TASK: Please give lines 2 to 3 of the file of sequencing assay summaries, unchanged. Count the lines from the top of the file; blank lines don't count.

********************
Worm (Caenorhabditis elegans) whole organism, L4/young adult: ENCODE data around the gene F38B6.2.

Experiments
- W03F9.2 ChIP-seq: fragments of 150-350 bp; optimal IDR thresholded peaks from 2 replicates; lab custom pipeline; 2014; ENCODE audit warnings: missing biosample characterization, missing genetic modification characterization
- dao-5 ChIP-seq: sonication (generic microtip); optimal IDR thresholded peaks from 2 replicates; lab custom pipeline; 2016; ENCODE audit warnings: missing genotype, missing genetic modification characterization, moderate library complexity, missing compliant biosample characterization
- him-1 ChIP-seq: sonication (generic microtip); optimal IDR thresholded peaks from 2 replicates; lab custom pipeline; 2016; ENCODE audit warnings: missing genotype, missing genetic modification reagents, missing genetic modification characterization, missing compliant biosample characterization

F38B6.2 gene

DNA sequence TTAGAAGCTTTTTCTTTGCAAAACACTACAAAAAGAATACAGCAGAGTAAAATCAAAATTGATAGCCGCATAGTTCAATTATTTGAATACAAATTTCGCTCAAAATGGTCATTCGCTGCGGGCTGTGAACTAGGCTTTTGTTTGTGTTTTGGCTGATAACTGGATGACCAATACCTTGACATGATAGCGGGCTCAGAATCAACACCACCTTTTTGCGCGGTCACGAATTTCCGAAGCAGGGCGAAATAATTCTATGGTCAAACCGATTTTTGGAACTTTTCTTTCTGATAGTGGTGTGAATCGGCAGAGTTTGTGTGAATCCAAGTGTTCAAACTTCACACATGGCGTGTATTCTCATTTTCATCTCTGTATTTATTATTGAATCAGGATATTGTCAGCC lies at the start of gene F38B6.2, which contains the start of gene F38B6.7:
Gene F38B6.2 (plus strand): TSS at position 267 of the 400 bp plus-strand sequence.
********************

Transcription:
Experiments
- W03F9.2 ChIP-seq: fragments of 150-350 bp; optimal IDR thresholded peaks from 2 replicates; lab custom pipeline; 2014; ENCODE audit warnings: missing biosample characterization, missing genetic modification characterization